A Fortunate Life: Interview with Rosemary Tanner

As we had planned, Rosemary Tanner and I had lunch together in Floradale, a small village west of Elmira, Ontario, at Bonnie Lou’s Café in what was once Ruggle’s General Store and Post Office (1883). It’s a quaint place that kept the existing shelving and old tables—our table was the base of an old treadle sewing machine.

We’ve missed Rosemary’s voice since she retired in 2018. She engages in volunteer work as she did with the association, only now it’s in her community of Mount Forest or driving cancer patients for their treatments in Kitchener-Waterloo. She says, “I’ve been fortunate to be able to travel, fortunate to have joined the Editors’ Association of Canada, and fortunate to enjoy good health.”

Back in the ’80s, Rosemary and her husband decided to move from the city. At that time, she was employed at the University of Toronto, doing research and working on biology papers. The organization then known as the Freelance Editors’ Association of Canada (FEAC) offered an indexing workshop that she thought could be useful in her job, so she took the class. She realized that the work she was doing was called editing, and joined FEAC. When she moved in 1988, she was hesitant to ask others for help setting up a freelancing business, but they were willing to offer direction. She appreciated that help and says, “That’s likely why I got into mentoring. To give back.”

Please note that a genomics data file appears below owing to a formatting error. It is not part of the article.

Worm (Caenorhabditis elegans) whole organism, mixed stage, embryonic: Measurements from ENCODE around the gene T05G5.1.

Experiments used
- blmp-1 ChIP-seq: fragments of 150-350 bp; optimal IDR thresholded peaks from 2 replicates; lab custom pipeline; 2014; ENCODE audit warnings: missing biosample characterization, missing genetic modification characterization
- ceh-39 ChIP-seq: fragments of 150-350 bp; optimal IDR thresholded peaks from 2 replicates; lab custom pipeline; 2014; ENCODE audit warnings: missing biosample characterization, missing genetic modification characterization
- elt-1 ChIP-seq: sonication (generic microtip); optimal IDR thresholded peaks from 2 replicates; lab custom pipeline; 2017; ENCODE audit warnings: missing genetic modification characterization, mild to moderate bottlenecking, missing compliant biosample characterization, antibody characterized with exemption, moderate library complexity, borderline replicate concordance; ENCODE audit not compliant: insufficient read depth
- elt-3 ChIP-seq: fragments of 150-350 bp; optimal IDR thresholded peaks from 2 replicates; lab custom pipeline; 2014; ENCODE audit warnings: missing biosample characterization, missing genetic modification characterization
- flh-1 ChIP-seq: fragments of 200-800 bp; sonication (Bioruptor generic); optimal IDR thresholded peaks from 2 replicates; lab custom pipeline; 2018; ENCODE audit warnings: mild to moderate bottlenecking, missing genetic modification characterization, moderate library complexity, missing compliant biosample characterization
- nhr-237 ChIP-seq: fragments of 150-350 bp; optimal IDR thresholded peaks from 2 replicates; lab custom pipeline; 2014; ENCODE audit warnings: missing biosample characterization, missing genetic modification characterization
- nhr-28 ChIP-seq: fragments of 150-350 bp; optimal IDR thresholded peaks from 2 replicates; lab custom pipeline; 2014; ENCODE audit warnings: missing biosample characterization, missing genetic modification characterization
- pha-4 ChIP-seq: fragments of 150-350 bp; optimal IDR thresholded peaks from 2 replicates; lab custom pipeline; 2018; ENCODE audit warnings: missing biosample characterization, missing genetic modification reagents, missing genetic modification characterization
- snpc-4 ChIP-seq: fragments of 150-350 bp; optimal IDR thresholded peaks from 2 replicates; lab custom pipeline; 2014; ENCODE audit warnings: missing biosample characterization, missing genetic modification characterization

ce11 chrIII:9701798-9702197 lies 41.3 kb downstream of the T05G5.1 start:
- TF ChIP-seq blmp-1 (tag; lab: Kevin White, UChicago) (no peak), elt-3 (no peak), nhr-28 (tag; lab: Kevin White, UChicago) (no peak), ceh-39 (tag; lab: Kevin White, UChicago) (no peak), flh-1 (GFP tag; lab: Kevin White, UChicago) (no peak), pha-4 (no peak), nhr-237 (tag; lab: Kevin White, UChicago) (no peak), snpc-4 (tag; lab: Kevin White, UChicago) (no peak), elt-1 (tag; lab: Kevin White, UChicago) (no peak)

In the early 1990s, the president of the Editors’ Association of Canada asked her to serve on the executive, and she gave herself a push to try something new. She was the professional development chair for one year, treasurer for two, and president for two years. In her term as president, she and her team got the first email list going for the general membership, and then one for the executive.

Rosemary’s educational background is in biology and geology, and she’s still keen to learn about those areas. She cites one textbook project on natural disasters, such as hurricanes and earthquakes, and how they happen. She found it fascinating. She was also asked to work on a report after the water crisis in Walkerton, in which she encountered tables on livestock units and how much manure they produce. We chuckle over anyone wanting to quantify such a product.

Another project of interest was the Universe on a T-shirt manuscript. The publisher asked the author to cut the manuscript from 80,000 words to 50,000 and take out the whole first chapter. Rosemary says that first chapter was essential to lay the ground for the rest of the material. She asked the author to negotiate a larger word count and she’d do her best to “whittle words.” The author was granted a 60,000-word limit and Rosemary whittled. In a review in The Globe and Mail, the reviewer said the book was “tightly written.”

Over lunch we talk about how the field of editing has changed during the years she was working in it. When she started, printed pages were sent to her by FedEx or Purolator; she’d mark up the hard copy with coloured pens and Post-it notes and send it back to the publisher by the same service. She mentions layout on paper with wax, a process that I’m not familiar with. After hard copy delivery came floppy discs: the projects came on the discs and, after editing, the document was again saved to the floppy and sent back. Quite a change from what we see now, where most often the document is sent by email or a cloud storage system like Dropbox. Rosemary says, “Don’t be afraid to retire.” She enjoys a slower pace now; she can take her time about tasks and get up later if she chooses. And on days like this, she can enjoy lunch with a friend and take all the time she wishes.

Carolyn Wilker

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